The Incidence of Nominal and Real Wage Rigidities in Great Britain: 1978-1998

40 Pages Posted: 31 Oct 2007

See all articles by Richard Barwell

Richard Barwell

Bank of England

Mark Schweitzer

Federal Reserve Banks - Federal Reserve Bank of Cleveland

Date Written: September 2005

Abstract

This paper analyzes the extent of rigidities in wage setting in Great Britain over the 1980s and 1990s. Our estimation strategy, which generalizes the work of Altonji and Devereux (2000), models the notional wage growth distribution - the distribution of nominal wage growth that would occur in the absence of rigidities in pay - while allowing for the presence of measurement error in the data. The model then allows for the possibility that the nominal wage growth of a fraction of the workforce may be subject to a nominal or real downward rigidity. Our model suggests that real rigidities in wage setting are more prevalent than nominal rigidities, although the incidence of these real wage rigidities has fallen gradually over time. If firms cannot cut real wages in response to negative demand shocks they may resort to laying off workers. Our results support this microfoundation of the wage-unemployment Phillips curve: Workers who are more likely to be protected from wage cuts are also more likely to lose their jobs.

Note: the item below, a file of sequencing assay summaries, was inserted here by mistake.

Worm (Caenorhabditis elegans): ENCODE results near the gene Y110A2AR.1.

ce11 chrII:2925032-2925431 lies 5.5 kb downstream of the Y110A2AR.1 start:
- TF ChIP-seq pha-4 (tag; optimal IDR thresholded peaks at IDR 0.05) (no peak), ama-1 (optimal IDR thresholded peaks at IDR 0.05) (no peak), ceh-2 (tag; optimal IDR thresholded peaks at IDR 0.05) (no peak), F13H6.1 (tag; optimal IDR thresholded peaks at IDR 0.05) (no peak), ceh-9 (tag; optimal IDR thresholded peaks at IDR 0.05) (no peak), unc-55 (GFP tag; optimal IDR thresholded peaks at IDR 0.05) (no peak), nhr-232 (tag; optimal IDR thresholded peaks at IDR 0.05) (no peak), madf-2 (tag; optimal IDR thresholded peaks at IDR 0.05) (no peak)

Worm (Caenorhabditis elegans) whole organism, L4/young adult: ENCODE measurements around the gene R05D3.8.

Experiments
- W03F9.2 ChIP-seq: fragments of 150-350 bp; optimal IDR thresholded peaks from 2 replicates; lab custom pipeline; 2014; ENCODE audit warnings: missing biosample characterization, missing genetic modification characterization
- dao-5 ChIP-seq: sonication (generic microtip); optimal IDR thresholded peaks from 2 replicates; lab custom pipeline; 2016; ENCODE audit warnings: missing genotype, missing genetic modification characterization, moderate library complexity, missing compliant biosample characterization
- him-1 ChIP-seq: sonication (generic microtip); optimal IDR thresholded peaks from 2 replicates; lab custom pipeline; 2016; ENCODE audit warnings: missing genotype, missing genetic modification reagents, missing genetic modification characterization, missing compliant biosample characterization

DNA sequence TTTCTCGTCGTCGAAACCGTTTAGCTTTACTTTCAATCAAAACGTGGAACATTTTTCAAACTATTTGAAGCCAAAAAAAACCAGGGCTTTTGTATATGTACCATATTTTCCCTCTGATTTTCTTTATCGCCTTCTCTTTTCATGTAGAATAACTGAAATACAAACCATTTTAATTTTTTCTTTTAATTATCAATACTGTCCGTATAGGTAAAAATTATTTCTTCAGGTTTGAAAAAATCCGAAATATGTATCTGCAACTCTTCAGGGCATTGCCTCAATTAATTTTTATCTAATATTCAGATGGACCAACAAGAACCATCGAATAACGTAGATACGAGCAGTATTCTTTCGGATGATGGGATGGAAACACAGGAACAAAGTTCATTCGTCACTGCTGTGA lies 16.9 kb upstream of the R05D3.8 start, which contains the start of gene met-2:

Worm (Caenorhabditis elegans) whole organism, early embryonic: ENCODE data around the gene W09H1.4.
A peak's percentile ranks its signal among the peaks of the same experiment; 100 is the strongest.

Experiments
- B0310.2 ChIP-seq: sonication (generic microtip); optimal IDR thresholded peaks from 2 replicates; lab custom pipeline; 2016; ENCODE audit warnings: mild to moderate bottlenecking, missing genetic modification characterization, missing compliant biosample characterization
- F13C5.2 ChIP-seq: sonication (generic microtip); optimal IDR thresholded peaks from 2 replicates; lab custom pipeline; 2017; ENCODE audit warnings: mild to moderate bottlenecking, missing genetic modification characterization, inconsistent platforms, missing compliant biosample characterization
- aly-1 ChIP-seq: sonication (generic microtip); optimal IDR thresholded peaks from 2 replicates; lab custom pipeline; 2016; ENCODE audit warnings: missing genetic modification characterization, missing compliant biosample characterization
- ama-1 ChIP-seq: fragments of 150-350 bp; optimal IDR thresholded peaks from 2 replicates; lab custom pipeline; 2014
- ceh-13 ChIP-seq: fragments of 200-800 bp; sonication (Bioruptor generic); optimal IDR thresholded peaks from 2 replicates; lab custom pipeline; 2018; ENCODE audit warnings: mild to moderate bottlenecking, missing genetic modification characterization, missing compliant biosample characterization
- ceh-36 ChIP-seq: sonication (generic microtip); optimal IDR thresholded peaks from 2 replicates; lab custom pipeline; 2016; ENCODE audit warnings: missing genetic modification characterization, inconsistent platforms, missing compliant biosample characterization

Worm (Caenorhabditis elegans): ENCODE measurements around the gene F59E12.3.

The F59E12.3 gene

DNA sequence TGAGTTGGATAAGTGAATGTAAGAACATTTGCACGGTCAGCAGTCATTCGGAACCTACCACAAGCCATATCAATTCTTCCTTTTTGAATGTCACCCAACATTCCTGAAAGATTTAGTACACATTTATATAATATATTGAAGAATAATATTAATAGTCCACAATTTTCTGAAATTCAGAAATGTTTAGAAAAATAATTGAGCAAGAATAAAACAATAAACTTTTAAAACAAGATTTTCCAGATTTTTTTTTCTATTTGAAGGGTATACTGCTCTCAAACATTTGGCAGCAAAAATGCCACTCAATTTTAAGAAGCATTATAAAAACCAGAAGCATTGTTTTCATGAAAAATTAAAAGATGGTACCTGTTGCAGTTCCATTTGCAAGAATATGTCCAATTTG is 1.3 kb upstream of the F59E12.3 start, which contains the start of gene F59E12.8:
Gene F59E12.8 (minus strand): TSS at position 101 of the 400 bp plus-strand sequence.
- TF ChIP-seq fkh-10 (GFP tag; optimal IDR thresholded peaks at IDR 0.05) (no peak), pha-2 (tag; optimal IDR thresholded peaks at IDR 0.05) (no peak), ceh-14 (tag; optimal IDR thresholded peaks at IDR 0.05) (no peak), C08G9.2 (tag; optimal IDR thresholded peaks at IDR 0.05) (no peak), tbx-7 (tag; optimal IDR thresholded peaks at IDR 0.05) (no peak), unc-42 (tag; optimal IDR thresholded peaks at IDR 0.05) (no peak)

Suggested Citation

Barwell, Richard and Schweitzer, Mark, The Incidence of Nominal and Real Wage Rigidities in Great Britain: 1978-1998 (September 2005). FRB of Cleveland Working Paper No. 05-08, Available at SSRN: https://ssrn.com/abstract=1025518 or http://dx.doi.org/10.2139/ssrn.1025518

Richard Barwell

Bank of England ( email )

Threadneedle Street
London, EC2R 8AH
United Kingdom

Mark Schweitzer (Contact Author)

Federal Reserve Banks - Federal Reserve Bank of Cleveland ( email )

East 6th & Superior
Cleveland, OH 44101-1387
United States

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